Editorials

After Ferguson, racial healing must spring from protests

Police and protesters kept their distance from each other in late November in Ferguson, Mo.
Police and protesters kept their distance from each other in late November in Ferguson, Mo. The Associated Press

Long-simmering tensions over policing and race relations boiled over on Aug. 9 when a white police officer shot an unarmed black teenager, Michael Brown, in Ferguson, Mo.

Crowds gathered, rage erupted and the nation was drawn into an emotional examination of the way its police and criminal justice system treat people of color.

The passions stirred on many fronts remain high as the year draws to a close.

Decisions by grand juries not to indict the officer who shot Brown or a New York City police officer whose choke-hold tactic resulted in the death of another black man, Eric Garner, gave rise to enduring protests across the nation. And the appalling murders of two New York City police officers have kindled recriminations against the protesters and politicians who have sympathized with them.

The St. Louis area remains particularly tense. Angry crowds gathered this week when a police officer in Berkeley, Mo., fatally shot an 18-year-old black man. Emotions abated somewhat when a surveillance camera appeared to show that the teenager had pointed a gun at the officer.

Cool heads and empathy will be needed in 2015 as communities and the nation continue to wrangle with these issues.

Contentions by black Americans that they are subject to more aggressive policing and less protection from the criminal justice system than white Americans are valid and must lead to reforms.

But the many hardworking police officers who protect communities in a fair and courageous manner deserve respect and protection, too.

Kansas City Mayor Sly James this week appropriately touched on both sides of this divide, saying, “I support protests but I definitely support our local police, too.” Police Chief Darryl Forté, who like James is African-American, has encouraged lawful protests in the city, including positive communication with and treatment of marchers. That helps explain the lack of violence or much illegal behavior so far in Kansas City.

The events and issues that have come to be summed up as “Ferguson” will resonate particularly loudly in Missouri.

Gov. Jay Nixon has been heavily criticized by fellow Democrats, Republicans, blacks and whites for moving too slowly and ineffectually to quell violent outbreaks following Brown’s death, and for failing to prevent more destruction after the grand jury’s decision in the case was announced.

Nixon’s actions and sometimes-bumbling demeanor frustrated African-Americans, who are seeking a coherent voice to address their concerns about racial profiling, indiscriminate ticketing for minor offenses and failing schools. He fared no better with Missourians who viewed much of what went on in Ferguson as a breakdown of law and order. The governor has a lot of fence-mending ahead of him.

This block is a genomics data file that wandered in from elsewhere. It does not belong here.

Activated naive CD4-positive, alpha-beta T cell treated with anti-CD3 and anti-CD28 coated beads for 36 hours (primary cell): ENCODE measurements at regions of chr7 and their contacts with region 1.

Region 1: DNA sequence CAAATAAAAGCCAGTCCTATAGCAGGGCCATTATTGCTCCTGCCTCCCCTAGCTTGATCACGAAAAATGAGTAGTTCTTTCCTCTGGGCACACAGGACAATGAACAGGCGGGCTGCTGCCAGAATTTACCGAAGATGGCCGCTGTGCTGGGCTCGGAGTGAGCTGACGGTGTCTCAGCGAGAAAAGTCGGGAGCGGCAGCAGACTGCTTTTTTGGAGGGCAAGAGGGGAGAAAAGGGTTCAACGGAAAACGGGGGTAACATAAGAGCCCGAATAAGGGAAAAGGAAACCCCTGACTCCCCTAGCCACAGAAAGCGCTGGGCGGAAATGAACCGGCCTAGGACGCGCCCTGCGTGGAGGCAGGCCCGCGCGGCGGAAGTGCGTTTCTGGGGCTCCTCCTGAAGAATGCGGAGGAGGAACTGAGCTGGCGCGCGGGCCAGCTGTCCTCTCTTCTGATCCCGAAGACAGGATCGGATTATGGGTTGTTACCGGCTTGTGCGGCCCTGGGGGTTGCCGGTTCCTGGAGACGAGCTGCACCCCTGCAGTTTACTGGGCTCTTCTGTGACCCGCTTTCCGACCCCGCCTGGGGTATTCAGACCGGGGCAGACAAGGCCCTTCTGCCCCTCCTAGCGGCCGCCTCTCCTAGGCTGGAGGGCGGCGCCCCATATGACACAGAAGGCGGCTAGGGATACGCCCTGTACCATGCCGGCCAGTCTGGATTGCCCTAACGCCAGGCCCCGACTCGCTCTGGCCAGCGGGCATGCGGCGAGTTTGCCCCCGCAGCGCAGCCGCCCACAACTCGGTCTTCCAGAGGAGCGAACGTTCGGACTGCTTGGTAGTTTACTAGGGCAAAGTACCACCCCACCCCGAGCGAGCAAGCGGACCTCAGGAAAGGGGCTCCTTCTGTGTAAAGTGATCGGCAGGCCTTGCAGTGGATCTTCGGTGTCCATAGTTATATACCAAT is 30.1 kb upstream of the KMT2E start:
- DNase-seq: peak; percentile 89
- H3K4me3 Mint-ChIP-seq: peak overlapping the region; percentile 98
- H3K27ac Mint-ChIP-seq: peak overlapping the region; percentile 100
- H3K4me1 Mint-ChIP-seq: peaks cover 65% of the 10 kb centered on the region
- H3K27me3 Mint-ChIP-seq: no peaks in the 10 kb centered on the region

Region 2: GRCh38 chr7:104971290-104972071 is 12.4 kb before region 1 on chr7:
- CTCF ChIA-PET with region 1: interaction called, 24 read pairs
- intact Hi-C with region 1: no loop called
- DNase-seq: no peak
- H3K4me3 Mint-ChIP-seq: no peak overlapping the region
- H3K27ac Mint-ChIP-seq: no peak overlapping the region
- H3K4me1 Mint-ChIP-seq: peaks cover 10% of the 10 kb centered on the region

He did make some positive moves, including appointment of the “Ferguson Commission,” which must do the hard work of listening to people’s concerns and offering meaningful solutions.

Soon, the Missouri General Assembly will consider a number of bills that have been filed in the wake of Ferguson. They include proposals for clearer parameters for police use of deadly force, requiring special prosecutors for all police shootings and universal use of body cameras by police. These should be handled without emotion and with an eye toward unintended consequences.

A number of officials, including state auditor Tom Schweich and Attorney General Chris Koster, are working on the problem of police departments aggressively handing out traffic tickets to raise money for municipalities. This practice, rampant in and around Ferguson, is unfair and poisonous for relationships between police and citizens.

Nationally, President Barack Obama should use the events of 2014 to push for substantive progress in race relations in America. His actions so far have been appropriate. Obama correctly called for calm after the grand jury decisions in Brown’s and Garner’s deaths and following the murders of New York police officers Wenjian Liu and Rafael Ramos.

U.S. Attorney General Eric Holder has opened civil rights investigations in Ferguson and elsewhere. Those should be handled properly and lead to constructive actions.

The new focus on policing and race relations was conceived in tragedy and continues to claim lives. It is imperative in 2015 to turn the terrible losses into some lasting good.

This is the second of a five-part series on major issues that will ignore the calendar year’s end and demand attention again in 2015.

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